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Battlefield 1 Review - Finding The Series' Identity Again

Sometimes it can be hard to nail down the things that make a game special. For me, the Battlefield series has always been my go-to FPS, and while the franchise hasn’t quite felt like the Battlefield that I know and love over the past few releases, that hasn’t stopped me from hoping that one day I’d find myself enjoying it all again. For the past few years the Battlefield series has struggled with its own identity, unsure of what it truly was supposed to be. With Battlefield 1 it almost feels like DICE took a hard look at the past couple of releases, and the lightbulb above their heads finally dinged on, bringing them to the realization of the one thing that every Battlefield fan doesn’t want out of the series – just another Call of Duty game. 

That isn’t to say that Battlefield 1 is perfectThere are still a lot of issues that need to be ironed out. I’ve spawned into games multiple times to find myself unable to drive tanks, planes, or even turn a turret. I’ve been revived from death to find my gas mask bugged, and my character constantly reloading his weapon. 

But, deep down, in the core of the game itself, Battlefield 1 does what it is supposed to do. It feels like a Battlefield game, it works like a Battlefield game, and that alone is one of the most beautiful things that any fan could have asked for out of the series. 

Short, Sweet, and to the Emotional Point

 The Battlefield series has never been known for its compelling characters and storylines. For many the series was at its best in Bad Company 2, when the characters and story didn’t feel too serious. The campaigns for Battlefield 3, Battlefield 4, and even Battlefield Hardline all struggled to make their points, driving players through the same typical FPS campaign of one man taking on a legion. It’s an overplayed trope that we still see plaguing games and other media, and it's sad when a developer loses the chance to tell a truly meaningful story. 

Battlefield 1 isn’t like that. I wouldn’t exactly call it a campaign, as the stories are broken up across six different campaigns. Each story follows a different character, giving players a glimpse into the various parts that made up the war machine in World War I. It’s a great way of putting you on the front lines of the Great War, as it allows players long enough to get emotionally attached to the characters, but no characters stick around long enough to overstay their welcome 

Bring on the Big Guns

 Single-player campaigns aren’t what drive most the player base to Battlefield games. Wide-open combat pushes multiplayer modes to the top of the food chain. Battlefield 1’s multiplayer is a solid experience, with the new game modes and maps tweaked to be both interesting and engaging. 

The new Operations mode, which combines Rush and Conquest, feels good, and while the odds are usually weighted toward defense, the diversity of maps means that conflicts can go either way, depending on your squad play. The biggest complaint that I have for Operations is that many times players don’t realize just how much access the enemy has to their spawn area. The safe spawns of Battlefield 3 and 4 aren’t a thing anymore, and flanking often plays an important role in taking down your enemy’s forces. I can’t tell you how many times my squad and I have sneaked behind enemy lines and come up from behind, allowing us to surprise them and take them down without much of a fight. It’s a wonderfully made mode that needs just a few tweaks to make it amazing.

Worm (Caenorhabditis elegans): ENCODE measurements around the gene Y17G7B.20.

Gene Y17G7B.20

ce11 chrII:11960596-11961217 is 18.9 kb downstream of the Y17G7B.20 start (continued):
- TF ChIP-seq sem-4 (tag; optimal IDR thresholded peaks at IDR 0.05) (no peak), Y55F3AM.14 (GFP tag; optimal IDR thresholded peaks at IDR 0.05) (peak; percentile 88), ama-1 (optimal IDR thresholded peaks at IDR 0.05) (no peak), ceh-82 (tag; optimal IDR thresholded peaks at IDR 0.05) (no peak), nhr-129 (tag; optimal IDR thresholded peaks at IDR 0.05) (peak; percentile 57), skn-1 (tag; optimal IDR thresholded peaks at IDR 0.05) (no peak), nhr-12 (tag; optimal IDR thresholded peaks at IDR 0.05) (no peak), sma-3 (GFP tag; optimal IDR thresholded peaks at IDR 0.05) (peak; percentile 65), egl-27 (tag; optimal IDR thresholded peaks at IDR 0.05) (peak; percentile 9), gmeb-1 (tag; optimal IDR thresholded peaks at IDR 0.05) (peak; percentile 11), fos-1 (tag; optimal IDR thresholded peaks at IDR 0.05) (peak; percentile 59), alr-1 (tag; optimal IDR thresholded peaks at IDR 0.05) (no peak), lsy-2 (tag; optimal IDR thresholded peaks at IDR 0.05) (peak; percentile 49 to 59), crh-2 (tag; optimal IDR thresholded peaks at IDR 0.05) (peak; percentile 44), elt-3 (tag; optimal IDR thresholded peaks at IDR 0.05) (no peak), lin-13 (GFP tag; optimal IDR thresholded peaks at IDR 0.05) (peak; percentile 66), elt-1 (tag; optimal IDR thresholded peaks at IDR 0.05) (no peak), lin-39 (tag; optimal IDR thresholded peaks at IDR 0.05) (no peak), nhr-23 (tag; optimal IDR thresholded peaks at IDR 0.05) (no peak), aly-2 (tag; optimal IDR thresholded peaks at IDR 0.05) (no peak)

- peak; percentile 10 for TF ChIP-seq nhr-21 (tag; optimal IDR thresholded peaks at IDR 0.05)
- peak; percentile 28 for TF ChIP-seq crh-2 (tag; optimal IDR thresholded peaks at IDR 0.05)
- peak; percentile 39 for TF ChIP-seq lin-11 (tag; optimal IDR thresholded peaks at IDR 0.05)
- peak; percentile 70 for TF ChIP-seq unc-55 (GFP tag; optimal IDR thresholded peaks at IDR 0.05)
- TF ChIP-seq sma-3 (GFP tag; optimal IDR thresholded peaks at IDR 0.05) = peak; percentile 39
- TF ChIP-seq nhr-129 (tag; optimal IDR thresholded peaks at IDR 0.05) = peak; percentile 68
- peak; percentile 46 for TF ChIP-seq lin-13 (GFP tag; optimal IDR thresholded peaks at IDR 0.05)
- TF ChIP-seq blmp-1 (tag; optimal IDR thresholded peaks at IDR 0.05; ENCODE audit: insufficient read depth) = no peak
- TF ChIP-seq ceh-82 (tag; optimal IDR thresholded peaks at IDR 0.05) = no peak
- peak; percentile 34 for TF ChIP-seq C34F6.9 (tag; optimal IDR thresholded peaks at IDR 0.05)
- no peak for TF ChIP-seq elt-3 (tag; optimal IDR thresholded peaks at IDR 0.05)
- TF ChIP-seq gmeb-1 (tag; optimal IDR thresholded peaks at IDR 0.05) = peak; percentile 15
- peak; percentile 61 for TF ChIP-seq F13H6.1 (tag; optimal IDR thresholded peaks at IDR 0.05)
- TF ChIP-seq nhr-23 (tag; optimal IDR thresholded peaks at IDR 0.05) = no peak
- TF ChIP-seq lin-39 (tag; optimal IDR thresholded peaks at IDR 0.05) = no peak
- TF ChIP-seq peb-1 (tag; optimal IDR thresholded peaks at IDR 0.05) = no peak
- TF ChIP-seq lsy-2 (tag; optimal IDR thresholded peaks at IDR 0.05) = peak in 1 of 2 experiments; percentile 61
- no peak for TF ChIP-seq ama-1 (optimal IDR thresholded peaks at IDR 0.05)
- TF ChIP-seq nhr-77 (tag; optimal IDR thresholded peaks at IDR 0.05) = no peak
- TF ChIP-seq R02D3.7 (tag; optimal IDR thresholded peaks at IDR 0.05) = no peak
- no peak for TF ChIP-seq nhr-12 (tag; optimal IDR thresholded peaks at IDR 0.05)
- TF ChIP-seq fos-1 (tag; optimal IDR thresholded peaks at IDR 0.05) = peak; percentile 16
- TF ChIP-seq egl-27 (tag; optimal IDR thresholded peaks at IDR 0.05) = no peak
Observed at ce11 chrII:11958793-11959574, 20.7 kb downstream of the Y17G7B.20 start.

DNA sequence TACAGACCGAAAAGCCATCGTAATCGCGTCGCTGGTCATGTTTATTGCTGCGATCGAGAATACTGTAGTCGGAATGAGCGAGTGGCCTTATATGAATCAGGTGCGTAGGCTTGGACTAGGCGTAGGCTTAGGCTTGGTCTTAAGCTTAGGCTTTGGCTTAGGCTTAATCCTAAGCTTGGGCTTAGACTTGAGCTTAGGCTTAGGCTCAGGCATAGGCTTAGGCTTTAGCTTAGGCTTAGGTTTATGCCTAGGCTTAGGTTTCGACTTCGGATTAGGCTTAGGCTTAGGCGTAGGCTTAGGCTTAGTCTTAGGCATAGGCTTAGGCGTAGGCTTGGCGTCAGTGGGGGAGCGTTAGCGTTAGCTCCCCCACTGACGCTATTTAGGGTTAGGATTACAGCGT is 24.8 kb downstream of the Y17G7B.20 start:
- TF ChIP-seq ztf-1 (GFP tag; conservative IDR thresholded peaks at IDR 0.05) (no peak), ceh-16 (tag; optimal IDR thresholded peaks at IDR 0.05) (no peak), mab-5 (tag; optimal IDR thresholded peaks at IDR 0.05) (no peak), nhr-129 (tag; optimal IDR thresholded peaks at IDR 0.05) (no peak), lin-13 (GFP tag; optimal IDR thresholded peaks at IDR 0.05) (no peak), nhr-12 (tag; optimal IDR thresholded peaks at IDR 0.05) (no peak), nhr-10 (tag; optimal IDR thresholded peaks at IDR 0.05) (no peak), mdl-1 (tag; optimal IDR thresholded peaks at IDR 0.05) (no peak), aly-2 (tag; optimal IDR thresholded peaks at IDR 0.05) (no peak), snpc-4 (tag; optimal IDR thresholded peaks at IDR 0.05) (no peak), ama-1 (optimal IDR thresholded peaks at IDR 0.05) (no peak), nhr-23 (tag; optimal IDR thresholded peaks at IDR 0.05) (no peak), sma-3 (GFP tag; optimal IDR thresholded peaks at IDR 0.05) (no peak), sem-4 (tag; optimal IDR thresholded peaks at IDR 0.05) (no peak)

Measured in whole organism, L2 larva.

The other game modes are straightforward Battlefield game modes, aside from War Pigeon, which is a mix of Team Deathmatch and Battlefield 4’s Obliteration. Players must capture a Messenger Pigeon, which they must then hold until they complete a written message. Once the message is written the pigeon is released into the air. If it isn’t shot down, an artillery strike will be called in, taking out any enemy forces it hits. It’s an interesting mode that gives players a nice frantic way to experiment with new options, but it doesn’t feel like something that will continue to be a staple item for Battlefield 1 players. 

Great War

 Battlefield 1 might not be the best Battlefield game, or the best FPS game I've ever played, but it succeeds at doing what it needs to do. It feels like Battlefield, it works like Battlefield, and it has plenty of opportunities for amazing things to happen that have only ever happened in Battlefield game. It’s nice to see DICE returning to the roots of what makes this series so amazing, and I’m happy that, for the first time in years, a new Battlefield game doesn’t feel like it is in the middle of an identity crisis.  


This review is based on a review code provided by the publisher. Battlefield 1 will be available October 21 for $59.99 on PC, Xbox One, and PlayStation 4. The game is rated M.

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Battlefield 1

8
very good
  • Beautiful visuals and graphics
  • Outstanding performance overall
  • Tight-knit and well told campaign stories
  • Engaging and exciting new multiplayer modes
  • Well-crafted level design
  • A return to the series' identity
  • Riddled with several bugs that force you to back out of matches, causing lost progress
  • Some weapons and classes need additional balancing